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Teen Anxiety: Symptoms and Next Steps

Anxiety is a normal reaction to stress, but what appears to be typical teen struggles may be a sign of an anxiety disorder

All teens experience anxiety at times. Anxiety is a normal reaction to stress, and sometimes it helps teens deal with stressful or overwhelming situations. Things like public speaking, final exams, important athletic competitions, or even going out on a date can cause feelings of apprehension and uneasiness for many teens. The brain’s response to anxiety also leads to increased heartbeat and excessive sweating.

For some teens, however, anxiety can go beyond these usual symptoms to negatively affect friendships and family relationships, participation in extracurricular activities, and even their schoolwork. When feelings of anxiety interfere with normal daily living, the presence of an anxiety disorder is considered.

Since teens experience a wide variety of physical and emotional changes as they grow, it can be difficult to recognize an anxiety disorder. Many symptoms may seem like typical teens struggles or be attributed to hormones. Watch for these hidden signs of anxiety in your teen:

Emotional changes

While some anxious teens express feelings of pervasive worry, others experience subtle emotional changes such as:

· Feeling on edge

· Irritability

· Difficulty concentrating

· Restlessness

· Unexplained outbursts

Social changes

Anxiety can negatively affect friendships or cause a lack of interest in favorite activities. You might notice your child:

· Avoiding social interactions with usual friends

· Avoiding extracurricular activities

· Isolating from peer group

· Spending increased time alone

Physical changes

Many of the physical complaints that can occur with an anxiety disorder imitate average teen complaints. Look for patterns. Watch for these common psychosomatic complaints:

· Frequent headaches, including migraines

· Gastrointestinal problems

· Unexplained aches and pains

· Excessive fatigue

· Complaints of not feeling well with no obvious medical cause

· Changes in eating habits

Sleep disturbance

Teens should get approximately 8 - 10 hours of sleep each night to function best. However, homework demands, changing brain structure, extracurricular activities, and screen time can cut into their sleep habits. Therefore, it can be difficult to know whether fatigue is a product of anxiety or of a busy schedule. Look for these warning signs:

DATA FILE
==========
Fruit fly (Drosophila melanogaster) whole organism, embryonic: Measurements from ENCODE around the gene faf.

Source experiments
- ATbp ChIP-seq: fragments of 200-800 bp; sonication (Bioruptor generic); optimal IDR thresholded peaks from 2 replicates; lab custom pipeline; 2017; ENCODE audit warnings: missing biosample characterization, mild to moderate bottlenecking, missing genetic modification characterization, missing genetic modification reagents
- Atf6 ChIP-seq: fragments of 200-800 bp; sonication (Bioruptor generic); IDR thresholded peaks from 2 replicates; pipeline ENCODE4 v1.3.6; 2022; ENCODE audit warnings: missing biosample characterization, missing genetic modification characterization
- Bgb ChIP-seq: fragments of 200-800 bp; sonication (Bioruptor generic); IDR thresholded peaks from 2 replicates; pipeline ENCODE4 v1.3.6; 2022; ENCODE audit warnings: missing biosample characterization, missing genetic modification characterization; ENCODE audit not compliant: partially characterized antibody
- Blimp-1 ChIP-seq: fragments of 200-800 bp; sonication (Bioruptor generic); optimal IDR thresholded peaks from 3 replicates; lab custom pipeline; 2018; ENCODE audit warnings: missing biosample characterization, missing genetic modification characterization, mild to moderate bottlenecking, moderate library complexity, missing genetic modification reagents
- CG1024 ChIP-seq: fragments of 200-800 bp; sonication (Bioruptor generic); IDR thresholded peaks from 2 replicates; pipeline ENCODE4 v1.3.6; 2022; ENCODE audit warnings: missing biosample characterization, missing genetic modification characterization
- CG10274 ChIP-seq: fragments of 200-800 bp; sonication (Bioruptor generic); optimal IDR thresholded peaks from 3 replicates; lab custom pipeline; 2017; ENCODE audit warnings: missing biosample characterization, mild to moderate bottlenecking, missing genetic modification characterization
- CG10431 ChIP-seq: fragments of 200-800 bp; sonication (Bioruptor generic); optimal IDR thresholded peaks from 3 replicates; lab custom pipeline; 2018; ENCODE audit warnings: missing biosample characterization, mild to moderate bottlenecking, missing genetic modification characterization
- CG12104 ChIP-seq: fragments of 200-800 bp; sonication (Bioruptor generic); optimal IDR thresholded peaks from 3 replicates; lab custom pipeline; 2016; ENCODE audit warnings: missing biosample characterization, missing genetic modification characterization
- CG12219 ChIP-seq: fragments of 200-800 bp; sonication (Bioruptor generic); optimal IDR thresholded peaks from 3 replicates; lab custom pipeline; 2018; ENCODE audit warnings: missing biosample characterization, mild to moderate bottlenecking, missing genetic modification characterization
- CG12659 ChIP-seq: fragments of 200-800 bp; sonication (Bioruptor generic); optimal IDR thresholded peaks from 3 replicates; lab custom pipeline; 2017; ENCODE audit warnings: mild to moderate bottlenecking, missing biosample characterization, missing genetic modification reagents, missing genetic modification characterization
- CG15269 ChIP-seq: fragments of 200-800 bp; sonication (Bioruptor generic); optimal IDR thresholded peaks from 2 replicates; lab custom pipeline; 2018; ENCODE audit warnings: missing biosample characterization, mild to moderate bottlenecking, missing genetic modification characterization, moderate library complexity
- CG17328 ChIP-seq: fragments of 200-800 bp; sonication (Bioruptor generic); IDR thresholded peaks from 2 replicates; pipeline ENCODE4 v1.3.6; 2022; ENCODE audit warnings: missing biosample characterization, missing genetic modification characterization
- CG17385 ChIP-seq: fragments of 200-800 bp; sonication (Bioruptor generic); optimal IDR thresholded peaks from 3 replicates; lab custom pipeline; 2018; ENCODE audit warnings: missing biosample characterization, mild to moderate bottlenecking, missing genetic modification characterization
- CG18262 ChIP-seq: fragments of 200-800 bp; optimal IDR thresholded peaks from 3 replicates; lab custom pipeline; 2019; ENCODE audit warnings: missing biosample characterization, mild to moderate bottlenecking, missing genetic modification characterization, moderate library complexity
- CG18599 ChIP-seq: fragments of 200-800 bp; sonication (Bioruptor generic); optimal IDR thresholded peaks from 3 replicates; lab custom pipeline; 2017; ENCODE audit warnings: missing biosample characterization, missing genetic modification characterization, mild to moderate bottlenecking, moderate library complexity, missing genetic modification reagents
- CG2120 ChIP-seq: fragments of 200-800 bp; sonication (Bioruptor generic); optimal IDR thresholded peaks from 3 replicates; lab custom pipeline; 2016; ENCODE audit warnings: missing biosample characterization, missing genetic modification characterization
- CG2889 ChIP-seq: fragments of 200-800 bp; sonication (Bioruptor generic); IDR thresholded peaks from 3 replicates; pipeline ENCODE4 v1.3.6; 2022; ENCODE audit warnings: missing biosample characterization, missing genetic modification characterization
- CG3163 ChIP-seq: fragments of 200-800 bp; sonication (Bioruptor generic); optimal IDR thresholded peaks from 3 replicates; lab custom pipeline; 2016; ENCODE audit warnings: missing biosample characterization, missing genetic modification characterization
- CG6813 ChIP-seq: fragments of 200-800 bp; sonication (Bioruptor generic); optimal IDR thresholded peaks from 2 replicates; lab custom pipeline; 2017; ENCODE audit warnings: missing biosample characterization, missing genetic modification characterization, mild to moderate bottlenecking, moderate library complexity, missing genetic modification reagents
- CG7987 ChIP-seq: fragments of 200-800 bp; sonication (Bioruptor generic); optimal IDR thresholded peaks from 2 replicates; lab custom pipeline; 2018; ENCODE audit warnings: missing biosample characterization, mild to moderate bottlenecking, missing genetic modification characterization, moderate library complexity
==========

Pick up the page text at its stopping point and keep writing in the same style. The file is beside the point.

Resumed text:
· Difficulty falling and/ or staying asleep

· Frequent nightmares

· Not feeling refreshed after sleep

Poor school performance

School avoidance, missed days due to anxiety-related illness, and persistent worry can make it difficult for anxious teens to keep up with their workload. Watch for these changes:

· Significant jump in grades (usually downward)

· Frequently missed assignments

· Describes feeling overwhelmed by workload

· Procrastinates on, or has difficulty concentrating on, homework assignments

Symptoms of panic attacks

Not all anxious teens experience panic attacks, and some experience mild symptoms of panic without enduring a full panic attack. The following symptoms are common among people with anxiety disorders:

· Rapid heartbeat

· Sweating and trembling

· Dizziness

· Upset stomach

· Difficulty breathing

· Chest pain

· Feeling like they’re dying

· Feeling like they’re “going crazy”

· Numbness or tingling in arms and legs

· Derealization

Next Steps

Anxiety is treatable, and most teens can learn to cope with and manage their anxiety independently. If your teen appears to be struggling with anxiety that interferes with school, friendships, family relationships, or other areas of daily functioning, it’s important to:

1. Talk to your teen about how they are feeling.

2. Let them know there are ways to improve their anxiety with the help of a mental health professional.

3. Schedule an appointment with a licensed mental health practitioner.


Blog Source: Katie Hurley, LCSW, "6 Hidden Signs of Teen Anxiety" Sept 26, 2018.

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